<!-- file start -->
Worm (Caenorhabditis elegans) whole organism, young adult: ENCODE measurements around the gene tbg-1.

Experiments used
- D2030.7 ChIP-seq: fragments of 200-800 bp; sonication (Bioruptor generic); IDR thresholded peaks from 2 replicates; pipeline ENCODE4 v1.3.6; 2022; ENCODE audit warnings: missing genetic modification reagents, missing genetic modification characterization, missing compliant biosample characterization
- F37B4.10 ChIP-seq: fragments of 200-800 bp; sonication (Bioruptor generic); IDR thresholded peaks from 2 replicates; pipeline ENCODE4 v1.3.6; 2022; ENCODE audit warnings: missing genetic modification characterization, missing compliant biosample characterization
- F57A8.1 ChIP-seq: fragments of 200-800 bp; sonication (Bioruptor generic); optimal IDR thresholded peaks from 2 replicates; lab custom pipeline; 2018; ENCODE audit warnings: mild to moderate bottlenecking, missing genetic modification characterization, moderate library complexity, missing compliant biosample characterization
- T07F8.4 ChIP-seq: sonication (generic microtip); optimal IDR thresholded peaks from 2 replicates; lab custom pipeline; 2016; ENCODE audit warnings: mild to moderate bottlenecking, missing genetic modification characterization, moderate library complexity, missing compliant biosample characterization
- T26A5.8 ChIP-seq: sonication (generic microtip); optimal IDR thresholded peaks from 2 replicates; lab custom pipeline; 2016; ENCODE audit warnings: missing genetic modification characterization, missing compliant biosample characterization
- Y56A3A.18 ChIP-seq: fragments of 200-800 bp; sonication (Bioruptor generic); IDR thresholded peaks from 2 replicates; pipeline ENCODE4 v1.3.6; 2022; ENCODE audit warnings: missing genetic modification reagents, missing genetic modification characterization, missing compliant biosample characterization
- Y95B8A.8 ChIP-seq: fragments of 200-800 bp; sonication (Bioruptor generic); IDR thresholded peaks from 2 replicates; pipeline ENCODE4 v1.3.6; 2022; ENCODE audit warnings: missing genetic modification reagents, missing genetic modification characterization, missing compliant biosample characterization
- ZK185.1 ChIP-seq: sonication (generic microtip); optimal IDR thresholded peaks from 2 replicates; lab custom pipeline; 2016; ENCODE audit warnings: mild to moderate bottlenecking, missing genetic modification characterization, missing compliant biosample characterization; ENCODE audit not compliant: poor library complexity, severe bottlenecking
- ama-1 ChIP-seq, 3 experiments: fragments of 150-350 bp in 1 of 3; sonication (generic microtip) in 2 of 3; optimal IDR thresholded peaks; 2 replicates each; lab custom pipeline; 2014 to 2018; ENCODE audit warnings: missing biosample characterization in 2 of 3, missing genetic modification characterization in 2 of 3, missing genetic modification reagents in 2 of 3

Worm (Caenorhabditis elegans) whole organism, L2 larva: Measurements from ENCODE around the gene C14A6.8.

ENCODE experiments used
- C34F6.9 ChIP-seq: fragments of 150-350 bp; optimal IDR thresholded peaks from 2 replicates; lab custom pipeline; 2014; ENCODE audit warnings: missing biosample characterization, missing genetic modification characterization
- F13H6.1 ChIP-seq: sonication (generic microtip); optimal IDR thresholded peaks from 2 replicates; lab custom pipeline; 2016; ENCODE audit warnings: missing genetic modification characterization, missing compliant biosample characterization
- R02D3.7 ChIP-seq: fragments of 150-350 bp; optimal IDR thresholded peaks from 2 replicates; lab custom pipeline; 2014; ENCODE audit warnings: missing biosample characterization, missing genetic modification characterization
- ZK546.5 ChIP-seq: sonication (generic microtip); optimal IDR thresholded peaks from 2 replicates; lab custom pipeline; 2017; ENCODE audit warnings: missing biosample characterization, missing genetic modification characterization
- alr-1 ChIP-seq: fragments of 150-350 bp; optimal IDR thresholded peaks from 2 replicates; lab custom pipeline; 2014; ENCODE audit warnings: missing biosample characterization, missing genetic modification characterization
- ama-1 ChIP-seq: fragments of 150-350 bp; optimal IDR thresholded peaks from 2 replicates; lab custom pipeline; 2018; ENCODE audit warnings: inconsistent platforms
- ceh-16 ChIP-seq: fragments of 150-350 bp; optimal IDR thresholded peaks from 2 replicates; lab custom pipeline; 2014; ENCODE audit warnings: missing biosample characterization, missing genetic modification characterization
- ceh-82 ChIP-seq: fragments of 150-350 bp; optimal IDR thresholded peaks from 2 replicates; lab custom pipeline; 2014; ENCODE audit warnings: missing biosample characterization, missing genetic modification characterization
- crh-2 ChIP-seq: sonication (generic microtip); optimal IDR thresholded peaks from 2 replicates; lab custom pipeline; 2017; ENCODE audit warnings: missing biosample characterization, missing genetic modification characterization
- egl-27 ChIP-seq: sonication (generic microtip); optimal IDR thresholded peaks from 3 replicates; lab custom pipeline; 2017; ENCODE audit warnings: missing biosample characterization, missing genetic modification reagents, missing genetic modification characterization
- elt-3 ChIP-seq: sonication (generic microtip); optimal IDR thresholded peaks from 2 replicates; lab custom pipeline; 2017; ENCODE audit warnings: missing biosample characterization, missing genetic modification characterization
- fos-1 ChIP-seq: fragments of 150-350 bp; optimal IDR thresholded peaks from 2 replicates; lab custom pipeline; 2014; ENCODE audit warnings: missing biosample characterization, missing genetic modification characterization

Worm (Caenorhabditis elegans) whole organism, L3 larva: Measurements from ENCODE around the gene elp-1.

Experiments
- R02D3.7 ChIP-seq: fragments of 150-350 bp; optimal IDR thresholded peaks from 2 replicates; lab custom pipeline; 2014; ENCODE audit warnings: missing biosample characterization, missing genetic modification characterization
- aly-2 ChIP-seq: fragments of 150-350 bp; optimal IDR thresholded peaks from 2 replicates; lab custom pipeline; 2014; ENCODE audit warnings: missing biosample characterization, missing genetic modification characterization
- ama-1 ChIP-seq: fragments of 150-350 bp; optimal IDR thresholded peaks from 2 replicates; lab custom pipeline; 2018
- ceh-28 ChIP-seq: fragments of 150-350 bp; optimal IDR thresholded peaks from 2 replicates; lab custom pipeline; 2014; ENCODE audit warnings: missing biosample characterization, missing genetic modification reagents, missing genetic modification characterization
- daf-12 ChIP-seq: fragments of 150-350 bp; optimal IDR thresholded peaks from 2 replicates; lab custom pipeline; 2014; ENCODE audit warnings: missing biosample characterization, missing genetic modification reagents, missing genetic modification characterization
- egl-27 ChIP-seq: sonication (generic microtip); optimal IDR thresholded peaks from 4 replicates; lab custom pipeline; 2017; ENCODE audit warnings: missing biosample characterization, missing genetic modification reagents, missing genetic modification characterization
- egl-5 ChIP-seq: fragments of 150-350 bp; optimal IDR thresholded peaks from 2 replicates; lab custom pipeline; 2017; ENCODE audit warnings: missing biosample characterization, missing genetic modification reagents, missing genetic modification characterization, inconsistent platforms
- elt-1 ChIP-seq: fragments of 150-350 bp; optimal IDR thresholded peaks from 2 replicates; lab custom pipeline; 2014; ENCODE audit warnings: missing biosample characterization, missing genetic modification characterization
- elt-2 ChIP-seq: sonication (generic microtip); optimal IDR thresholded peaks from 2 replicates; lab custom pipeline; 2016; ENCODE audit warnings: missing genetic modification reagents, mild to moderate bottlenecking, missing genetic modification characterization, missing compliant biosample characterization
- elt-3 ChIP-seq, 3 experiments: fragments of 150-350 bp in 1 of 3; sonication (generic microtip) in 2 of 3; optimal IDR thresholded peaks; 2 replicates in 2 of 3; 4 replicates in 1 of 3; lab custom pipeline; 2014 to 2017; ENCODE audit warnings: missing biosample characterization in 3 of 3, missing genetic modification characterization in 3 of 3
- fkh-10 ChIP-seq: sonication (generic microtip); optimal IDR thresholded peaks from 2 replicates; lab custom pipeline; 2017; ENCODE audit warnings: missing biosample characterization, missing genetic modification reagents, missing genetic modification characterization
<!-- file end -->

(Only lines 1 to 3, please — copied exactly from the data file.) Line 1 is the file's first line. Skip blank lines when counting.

Worm (Caenorhabditis elegans) whole organism, young adult: ENCODE measurements around the gene tbg-1.

Experiments used
- D2030.7 ChIP-seq: fragments of 200-800 bp; sonication (Bioruptor generic); IDR thresholded peaks from 2 replicates; pipeline ENCODE4 v1.3.6; 2022; ENCODE audit warnings: missing genetic modification reagents, missing genetic modification characterization, missing compliant biosample characterization